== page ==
Friday, June 17, 2011

The Art of the Review: The Meat of It

Well now that you have your direction in reviewing your product of choice, you have to let yourself and the material shine.  Part of discussing cast, characters, or music is a bit of marketing, indeed.  Here is where you spin the critical points of your analysis and sell why you feel the way you do about the pieces of your material and how they affect the whole.  However, don’t forget to let your honesty and evidence show through.  You can gush about how much you love love loved it! But you don’t want to sound like someone’s agent or a publisher’s pet, either.  Say how you feel and let the reader know you mean it. Just like fiction, there’s nothing worse than something that comes across too forced or at the worst, fake.

Cast, Characters, Vocals

For a film or television report, tell us something about the major actors involved. Do they fit the role of the character and create a convincing, realistic portrayal?  In a book, if the character is out of place or underdeveloped, say so.  Whom did you like? Whom did you dislike? Be sure to give thoughtful reasons as to why you like or dislike a persona. ‘Sucked’ doesn’t cut it in a professional review.  If there are many players, how is the chemistry or ensemble as a whole?  When discussing music, tell us how the vocals and music sounds. Does the material fit the vocalist’s range-if someone in the band isn’t up to snuff, tell us why.  Try and group similar players or who you liked or didn’t like together in two or three paragraphs. You don’t need to be an actor to talk of performance or play instruments to know music.  You are a customer relating your response and what you have to say is of value to another customer.  But if you are an expert or have a special insight, by all means, share your specialties and let your voice standout.

The Action, Effects, Horror, and All the Extras

If a show has fine stories and characters but the set design, costumes, visuals, or graphics stink, tell the audience why.  Reviewing means mentioning everything that struck you in your product experience- where one piece may persuade a reader another part may put off the audience.  Well balanced and objective applies just as much to describing everything here as it does in presenting a non-one-sided report. Is the picture dated, low-budget? Do the bad effects hinder the finer points of the material? How are these seemingly negative aspects potentially a good thing? If there’s something iffy about a book-the format or the cover design, again share how this affects the joy of the subject.  If we’re talking about science fiction, fantasy, action, adventure, or horror- say if the product lives up to the CGI, car chases, history, scares, and gore expected of its genre.  Was the comedy funny? Was something so bad that it wasn’t meant to be funny, but was just that bad?  In our efforts to please or appease sometimes we forget the most simple thing that could make or break material- what if that romantic comedy had no romance nor laughter?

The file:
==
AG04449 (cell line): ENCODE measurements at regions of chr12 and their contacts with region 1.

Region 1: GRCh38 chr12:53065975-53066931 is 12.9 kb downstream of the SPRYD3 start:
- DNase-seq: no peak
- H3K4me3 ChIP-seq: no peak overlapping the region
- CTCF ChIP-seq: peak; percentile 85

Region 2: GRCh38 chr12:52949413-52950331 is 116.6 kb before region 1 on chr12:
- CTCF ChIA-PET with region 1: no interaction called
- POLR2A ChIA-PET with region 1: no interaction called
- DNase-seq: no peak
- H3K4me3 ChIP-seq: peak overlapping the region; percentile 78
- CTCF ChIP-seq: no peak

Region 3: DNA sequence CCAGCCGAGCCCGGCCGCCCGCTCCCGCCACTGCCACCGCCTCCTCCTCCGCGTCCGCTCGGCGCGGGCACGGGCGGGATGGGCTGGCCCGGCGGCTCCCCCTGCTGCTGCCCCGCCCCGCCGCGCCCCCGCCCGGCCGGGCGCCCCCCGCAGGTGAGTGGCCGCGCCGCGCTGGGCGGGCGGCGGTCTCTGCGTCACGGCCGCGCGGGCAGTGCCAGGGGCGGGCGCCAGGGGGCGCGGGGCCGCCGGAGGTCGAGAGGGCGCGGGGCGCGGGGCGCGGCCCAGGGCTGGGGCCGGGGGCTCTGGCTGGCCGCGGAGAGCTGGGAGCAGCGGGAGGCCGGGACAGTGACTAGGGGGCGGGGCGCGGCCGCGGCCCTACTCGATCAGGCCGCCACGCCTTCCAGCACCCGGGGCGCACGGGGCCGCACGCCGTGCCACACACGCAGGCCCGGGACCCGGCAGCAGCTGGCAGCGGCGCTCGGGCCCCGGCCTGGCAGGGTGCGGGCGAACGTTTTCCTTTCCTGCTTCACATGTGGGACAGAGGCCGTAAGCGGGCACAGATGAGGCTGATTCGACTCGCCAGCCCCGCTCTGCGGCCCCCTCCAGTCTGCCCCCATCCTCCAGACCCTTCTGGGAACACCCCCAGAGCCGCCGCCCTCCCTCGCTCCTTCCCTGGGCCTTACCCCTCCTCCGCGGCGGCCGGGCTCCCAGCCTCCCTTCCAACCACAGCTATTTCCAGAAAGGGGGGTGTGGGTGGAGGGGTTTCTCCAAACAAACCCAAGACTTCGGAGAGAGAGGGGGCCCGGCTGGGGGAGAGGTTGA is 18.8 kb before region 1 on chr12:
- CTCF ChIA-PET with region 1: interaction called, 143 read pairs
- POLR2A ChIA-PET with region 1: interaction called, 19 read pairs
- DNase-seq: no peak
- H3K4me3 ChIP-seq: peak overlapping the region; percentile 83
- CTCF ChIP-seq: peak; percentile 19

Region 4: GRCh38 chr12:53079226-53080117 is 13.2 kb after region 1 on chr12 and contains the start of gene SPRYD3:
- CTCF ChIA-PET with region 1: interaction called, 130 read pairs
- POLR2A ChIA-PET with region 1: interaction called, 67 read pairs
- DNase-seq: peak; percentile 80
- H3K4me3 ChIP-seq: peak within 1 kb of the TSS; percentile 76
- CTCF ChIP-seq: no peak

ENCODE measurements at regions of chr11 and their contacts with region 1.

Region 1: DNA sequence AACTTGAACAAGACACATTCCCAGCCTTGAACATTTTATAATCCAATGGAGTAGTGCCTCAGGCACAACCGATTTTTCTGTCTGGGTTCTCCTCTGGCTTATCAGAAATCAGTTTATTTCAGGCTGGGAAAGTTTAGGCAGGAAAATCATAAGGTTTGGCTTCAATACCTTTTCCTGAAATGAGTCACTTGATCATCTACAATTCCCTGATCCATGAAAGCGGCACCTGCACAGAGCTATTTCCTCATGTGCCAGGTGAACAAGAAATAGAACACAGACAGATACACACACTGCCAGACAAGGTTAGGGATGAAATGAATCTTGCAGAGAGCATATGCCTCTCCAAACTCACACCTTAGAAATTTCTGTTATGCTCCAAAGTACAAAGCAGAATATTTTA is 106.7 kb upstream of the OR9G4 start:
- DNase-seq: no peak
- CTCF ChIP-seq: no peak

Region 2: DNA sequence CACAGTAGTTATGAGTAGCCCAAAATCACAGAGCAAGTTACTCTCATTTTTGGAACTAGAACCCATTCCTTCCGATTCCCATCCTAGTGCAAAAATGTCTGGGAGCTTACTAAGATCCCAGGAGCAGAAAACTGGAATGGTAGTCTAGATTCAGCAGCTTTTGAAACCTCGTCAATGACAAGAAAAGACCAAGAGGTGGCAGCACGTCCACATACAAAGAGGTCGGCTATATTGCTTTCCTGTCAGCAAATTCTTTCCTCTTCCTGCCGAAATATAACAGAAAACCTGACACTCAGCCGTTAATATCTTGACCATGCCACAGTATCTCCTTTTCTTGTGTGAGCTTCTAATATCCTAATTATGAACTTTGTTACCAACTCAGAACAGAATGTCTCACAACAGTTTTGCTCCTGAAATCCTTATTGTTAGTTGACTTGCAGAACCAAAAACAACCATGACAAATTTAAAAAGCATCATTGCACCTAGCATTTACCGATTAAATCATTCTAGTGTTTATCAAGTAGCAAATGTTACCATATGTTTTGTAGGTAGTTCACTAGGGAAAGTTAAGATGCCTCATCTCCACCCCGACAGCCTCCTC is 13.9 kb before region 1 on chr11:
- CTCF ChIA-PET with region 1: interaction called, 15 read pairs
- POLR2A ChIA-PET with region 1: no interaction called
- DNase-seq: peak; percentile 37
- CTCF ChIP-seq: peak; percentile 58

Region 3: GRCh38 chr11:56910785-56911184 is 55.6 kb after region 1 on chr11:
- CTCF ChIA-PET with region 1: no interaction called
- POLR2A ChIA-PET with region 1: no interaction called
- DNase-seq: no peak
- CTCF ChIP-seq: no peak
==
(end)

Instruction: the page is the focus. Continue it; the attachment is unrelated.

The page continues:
The Video, Medium, and the Bads

If your disc skipped, or if the DVD has a lot of extra worthwhile features, mention these good or bad. Frankly, are the bells and whistles worth the price of admission?  If there’s some sort of good or ill packaging or any other issues or specialties, let the consumer know.  If the material is currently available, provide the possible prices or stores and online options.  You can write something of merit and depth, but the instant yay, nay, where to buy should always be presented.  Also for the fiction writer, remember your audience.  If you have established a family friendly review blog, be sure and mention any appropriate or inappropriate material.  If a film is PG-13, mention what is too mature for children.  If you have a mature following, provide all the adult merits. If a song has some derogatory lyrics or an album has a warning on it, concur if this is a warranted warning or not. 

Don’t be afraid either to say if any language or literature offended you, either.  If you can’t finish analyzing material because it is that bad or inappropriate, your time and effort have not been wasted.  Never think any opinion you have to offer is undervalued.  Even today where everyone and their grandma can have a blog or post a social quip every fifteen minutes, by remaining true to yourself, your product, and your thoughts on the matter, you can write an article of substance.  Don’t get dejected if there aren’t many comments or hits or tweets and whatnot and all that relaying your work.  Write with an audience in mind- Who would want to read this book?- but make your statements first and foremost true to your feeling.  If you write quality material that accurately reviews the product, readers and thankful informed consumed will follow. 

Now, here’s a link to a somewhat negative review I wrote several years ago for a book called Fantasy and Your Family.

Though of an intriguing subject matter, the execution here was faulty.  The uneven representations of the author’s pros and cons and referenced materials was so askew that the evidence was compromised at best and off putting at worst.  As the author here- whether in articles, essays, or fiction- we should keep some of these mistakes in mind.  Give it a go, be realistic about the goods and bads of your material, and say what you have to say!  Even if you think no one is reading your work- take heart in that you are writing a damn fine essay!


Heather Haven said...

Wonderful stuff, Kristin. Easy to follow and well put. There is certainly an art to it! Thanks for sharing.

Kristin Battestella said...

Hi Heather! Thank you for taking the time to stop by and comment.

Actually, I first thought of breaking down the review process when my tween niece was interested in writing and I spelled out a few things for her. A lot of the same principles apply. Say what you mean, no fear!